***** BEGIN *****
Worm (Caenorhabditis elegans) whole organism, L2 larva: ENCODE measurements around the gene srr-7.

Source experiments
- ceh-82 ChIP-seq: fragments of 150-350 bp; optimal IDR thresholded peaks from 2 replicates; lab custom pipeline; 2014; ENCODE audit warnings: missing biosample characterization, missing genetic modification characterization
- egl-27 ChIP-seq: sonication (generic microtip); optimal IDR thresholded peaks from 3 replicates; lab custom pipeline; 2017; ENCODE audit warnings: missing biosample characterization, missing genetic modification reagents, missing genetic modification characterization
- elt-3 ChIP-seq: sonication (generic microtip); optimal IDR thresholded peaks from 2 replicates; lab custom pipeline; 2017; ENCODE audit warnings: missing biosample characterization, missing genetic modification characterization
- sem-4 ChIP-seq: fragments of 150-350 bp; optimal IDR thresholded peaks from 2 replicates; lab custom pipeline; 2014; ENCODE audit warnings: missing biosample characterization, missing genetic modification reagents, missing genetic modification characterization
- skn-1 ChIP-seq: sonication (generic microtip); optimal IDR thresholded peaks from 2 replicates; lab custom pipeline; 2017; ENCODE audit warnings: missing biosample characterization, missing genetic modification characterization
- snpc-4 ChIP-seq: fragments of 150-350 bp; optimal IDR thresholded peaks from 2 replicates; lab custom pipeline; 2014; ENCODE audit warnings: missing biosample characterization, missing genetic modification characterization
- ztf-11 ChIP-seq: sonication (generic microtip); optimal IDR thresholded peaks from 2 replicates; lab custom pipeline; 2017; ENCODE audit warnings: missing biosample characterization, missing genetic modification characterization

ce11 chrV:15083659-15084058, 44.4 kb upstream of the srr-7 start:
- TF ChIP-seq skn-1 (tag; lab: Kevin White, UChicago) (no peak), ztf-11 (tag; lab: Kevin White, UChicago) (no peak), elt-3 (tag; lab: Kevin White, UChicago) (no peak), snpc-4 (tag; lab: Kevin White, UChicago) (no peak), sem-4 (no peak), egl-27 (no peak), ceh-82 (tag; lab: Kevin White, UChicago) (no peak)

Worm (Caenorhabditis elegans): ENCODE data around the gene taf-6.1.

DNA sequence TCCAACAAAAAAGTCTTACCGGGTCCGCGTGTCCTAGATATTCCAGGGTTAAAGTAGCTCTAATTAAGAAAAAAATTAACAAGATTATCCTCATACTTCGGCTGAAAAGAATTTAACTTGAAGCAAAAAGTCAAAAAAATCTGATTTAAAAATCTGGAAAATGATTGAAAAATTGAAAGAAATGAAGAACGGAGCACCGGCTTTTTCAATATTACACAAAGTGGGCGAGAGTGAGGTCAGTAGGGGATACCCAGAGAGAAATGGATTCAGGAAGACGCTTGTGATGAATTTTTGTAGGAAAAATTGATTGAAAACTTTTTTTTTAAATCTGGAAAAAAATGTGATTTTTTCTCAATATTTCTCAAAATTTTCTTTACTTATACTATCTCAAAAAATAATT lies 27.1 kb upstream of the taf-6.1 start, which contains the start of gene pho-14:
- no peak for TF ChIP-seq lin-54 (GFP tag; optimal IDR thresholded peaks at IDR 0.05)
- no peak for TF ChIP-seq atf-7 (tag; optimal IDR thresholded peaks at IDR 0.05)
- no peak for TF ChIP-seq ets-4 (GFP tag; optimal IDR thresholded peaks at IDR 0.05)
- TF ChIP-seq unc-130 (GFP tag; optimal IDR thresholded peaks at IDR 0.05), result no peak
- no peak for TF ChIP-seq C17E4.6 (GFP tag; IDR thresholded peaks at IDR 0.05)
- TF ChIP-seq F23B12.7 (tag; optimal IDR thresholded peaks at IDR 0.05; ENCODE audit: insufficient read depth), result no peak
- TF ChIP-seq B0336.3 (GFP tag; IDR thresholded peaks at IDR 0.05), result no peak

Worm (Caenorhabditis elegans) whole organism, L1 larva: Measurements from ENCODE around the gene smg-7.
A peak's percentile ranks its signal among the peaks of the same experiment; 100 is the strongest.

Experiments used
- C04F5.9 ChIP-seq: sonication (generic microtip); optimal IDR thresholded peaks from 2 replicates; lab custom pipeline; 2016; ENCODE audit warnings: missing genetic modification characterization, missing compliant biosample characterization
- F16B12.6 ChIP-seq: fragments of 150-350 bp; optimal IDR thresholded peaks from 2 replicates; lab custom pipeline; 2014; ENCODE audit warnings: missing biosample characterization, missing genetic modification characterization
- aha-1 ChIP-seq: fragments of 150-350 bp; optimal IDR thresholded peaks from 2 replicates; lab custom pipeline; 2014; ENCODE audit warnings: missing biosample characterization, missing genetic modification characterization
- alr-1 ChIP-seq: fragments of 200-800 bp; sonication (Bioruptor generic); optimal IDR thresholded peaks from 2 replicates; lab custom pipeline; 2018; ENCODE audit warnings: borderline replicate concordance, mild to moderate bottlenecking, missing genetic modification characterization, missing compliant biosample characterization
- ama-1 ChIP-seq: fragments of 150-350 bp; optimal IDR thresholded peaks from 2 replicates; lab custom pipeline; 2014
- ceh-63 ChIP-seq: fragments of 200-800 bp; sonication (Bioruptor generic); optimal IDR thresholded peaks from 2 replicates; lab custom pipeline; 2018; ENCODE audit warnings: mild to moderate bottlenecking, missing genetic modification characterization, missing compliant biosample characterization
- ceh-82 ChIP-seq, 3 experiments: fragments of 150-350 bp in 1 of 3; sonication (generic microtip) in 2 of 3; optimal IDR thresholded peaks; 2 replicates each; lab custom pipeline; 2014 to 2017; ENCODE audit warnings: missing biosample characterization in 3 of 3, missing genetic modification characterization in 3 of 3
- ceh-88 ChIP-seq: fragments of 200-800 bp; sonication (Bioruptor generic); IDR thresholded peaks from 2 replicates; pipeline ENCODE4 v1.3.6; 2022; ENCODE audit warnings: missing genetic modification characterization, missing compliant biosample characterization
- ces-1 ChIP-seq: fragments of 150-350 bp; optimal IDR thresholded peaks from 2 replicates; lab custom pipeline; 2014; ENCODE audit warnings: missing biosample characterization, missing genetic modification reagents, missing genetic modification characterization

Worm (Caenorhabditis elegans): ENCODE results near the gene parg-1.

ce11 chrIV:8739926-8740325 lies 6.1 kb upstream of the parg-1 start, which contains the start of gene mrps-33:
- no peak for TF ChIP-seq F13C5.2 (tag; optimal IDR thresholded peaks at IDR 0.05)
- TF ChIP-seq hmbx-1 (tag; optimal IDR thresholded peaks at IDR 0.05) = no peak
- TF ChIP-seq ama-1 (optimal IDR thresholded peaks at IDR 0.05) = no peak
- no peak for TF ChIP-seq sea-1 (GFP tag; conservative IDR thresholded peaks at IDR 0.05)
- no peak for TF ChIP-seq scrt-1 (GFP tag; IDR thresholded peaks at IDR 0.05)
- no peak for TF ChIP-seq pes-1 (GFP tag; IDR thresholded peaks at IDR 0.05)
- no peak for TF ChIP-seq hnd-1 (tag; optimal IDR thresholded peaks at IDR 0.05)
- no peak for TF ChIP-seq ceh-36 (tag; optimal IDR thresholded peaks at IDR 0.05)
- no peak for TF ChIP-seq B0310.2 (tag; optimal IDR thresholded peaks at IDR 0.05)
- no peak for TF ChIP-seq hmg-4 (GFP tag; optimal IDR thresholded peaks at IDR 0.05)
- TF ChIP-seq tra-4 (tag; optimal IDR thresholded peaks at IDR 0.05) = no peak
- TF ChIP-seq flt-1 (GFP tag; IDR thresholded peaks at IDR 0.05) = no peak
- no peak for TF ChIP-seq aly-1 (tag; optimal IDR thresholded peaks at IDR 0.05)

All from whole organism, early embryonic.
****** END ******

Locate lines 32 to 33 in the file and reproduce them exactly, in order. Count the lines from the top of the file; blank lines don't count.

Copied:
- ces-1 ChIP-seq: fragments of 150-350 bp; optimal IDR thresholded peaks from 2 replicates; lab custom pipeline; 2014; ENCODE audit warnings: missing biosample characterization, missing genetic modification reagents, missing genetic modification characterization

Worm (Caenorhabditis elegans): ENCODE results near the gene parg-1.